Apart from and beneath them lies the true Bengali language, the speech of the illiterate millions, the so called vernacular or “Low Bengali,” which is, for philological purposes, far more interesting and valuable than the half-Sanskrit or half-Persian jargon of the literate few. This “Low Bengali” is the language of the illiterate masses—that is, it is a language with no written documents, if we except the speeches of the inferior characters in Bengali dramas, the analogue of the Prâkrit in the Sanskrit Nâtakas. Being without proper written documents, any exact analysis of it becomes much more difficult; and, for the same reason, it is subject to great local variation.

My own observations of Low-Bengali apply primarily to the district of Murshidabad; but I am of opinion that they will be found generally true for the whole of Lower Bengal. Of the vocabulary of Low-Bengali, as talked in Murshidabad, I have formed the following conclusions: First, that the number of pure Sanskrit words is greatly less; and that the few Sanskrit words remaining are cast in a new phonetic mold, or undergo the process of weakening and slurring called “Prakritizing.” After this large Prâkrit element come what, for want of a better name, I must call aboriginal (desha-ja) words, such as pagri (turban) and donga.[6]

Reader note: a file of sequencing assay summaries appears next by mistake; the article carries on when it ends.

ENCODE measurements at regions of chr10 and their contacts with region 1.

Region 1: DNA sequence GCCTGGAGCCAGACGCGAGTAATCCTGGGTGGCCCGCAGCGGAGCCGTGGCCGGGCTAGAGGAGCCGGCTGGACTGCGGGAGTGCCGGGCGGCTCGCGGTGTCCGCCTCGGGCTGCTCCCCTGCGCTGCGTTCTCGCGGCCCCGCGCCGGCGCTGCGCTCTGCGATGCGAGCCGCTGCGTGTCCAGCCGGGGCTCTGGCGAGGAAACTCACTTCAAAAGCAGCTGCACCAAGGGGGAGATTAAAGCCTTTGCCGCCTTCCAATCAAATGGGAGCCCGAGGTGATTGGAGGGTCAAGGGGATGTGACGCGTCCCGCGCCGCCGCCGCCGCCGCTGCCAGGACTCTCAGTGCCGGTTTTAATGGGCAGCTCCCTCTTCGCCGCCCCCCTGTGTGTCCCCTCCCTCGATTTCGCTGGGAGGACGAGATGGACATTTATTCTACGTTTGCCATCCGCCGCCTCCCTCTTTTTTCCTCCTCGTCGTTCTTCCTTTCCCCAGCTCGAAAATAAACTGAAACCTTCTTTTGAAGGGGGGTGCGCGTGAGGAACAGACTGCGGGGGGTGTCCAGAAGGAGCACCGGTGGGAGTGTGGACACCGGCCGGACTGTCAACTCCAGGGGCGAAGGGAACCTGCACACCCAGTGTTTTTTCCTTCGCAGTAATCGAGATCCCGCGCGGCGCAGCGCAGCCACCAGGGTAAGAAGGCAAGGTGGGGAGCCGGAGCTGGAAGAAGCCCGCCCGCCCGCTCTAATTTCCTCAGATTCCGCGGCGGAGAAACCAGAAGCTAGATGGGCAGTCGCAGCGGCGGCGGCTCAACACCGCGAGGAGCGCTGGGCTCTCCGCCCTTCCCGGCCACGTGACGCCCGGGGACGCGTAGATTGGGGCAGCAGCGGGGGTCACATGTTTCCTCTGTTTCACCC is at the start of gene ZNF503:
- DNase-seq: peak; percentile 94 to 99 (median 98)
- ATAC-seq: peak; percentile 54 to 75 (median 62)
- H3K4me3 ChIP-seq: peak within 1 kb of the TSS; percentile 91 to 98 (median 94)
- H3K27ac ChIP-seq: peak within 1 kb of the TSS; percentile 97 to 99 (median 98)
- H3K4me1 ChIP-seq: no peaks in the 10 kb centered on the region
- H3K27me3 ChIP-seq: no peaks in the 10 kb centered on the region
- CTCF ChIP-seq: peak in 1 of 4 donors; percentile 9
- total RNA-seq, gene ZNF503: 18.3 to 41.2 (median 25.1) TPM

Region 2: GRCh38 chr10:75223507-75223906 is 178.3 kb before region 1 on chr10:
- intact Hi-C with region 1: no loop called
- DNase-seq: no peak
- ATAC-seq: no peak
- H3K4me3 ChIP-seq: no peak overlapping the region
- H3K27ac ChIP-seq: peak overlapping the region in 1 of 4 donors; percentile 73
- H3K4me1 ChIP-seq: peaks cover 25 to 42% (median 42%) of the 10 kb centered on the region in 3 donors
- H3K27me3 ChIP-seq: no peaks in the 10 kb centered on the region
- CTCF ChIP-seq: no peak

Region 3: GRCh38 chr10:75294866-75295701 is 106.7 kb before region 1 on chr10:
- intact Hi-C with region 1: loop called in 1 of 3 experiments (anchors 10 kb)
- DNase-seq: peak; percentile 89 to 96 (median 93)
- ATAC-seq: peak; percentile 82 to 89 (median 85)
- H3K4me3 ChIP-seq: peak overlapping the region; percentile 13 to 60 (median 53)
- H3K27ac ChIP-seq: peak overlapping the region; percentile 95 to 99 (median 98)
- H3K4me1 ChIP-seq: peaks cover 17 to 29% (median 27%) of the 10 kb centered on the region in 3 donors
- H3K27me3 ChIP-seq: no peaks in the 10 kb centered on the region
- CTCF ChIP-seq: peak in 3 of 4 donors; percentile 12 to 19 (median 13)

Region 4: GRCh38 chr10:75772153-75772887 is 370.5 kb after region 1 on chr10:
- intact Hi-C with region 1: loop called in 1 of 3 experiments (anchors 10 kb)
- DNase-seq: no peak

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[1] Johnston’s language examination was likely on his mind when he wrote his two-part essay for The Theosophist titled “Sanskrit Study in the West.” [Johnston, Charles. “Sanskrit Study in the West.” The Theosophist. Vol. X., No. 114. (March 1889): 337-344; Johnston, Charles. “Sanskrit Study in the West.” The Theosophist. Vol. X., No. 116. (May 1889): 492-496.]

[2] This would place the date of the examination sometime in March 1889. In “A Perspective On India,” Johnston writes: “Then after the cold season the flaming heat began again, presently swelling the immense channels of the Ganges with melted Himalayan snows. With March the hot season began, fanned to a blaze through April and May.” [Johnston, Charles. “A Perspective On India.” The Atlantic Monthly. Vol. CXXXVIII, No. 6. (December 1926): 848-856.]

[3] R. H. Anderson was the joint Magistrate, Deputy Collector, and acting judge of Murshidabad at this time. [“The Bengal Government.” Homeward Mail From India, China And The East. (London, England) May 22, 1888; “The Bengal Gazette.” Civil & Military Gazette. (Lahore, Pakistan) June 1, 1889; “The ‘Calcutta Gazette.’” The Englishman’s Overland Mail. (Calcutta, India) June 1, 1889.]

[4] In the article, “The Two Mexicos,” Johnston writes: “I well remember, on a sultry day of the hot season, being confronted with a somewhat perturbed peasant of one of the villages of Murshidabad, and being invited by the native judge who was conducting the examination, to ‘talk to him about his family.’ It happened that at that early date I knew only the book words for son and daughter, so the conversation did not flow. But the point was brought home.” [Johnston, Charles. “The Two Mexicos.” The Atlantic Monthly. Vol. CXXVI, No. 5. (November 1920.): 703-709.]

[5] Johnston, “Helping to Govern India.” American Political Science Association, 1906, (1906): 169-179.

[6] Johnston, Charles. “Bengali Philology And Ethnography.” The Imperial and Asiatic Quarterly Review And Oriental And Colonial Record. Vol. IV, No. 7. (July 1892): 110-123.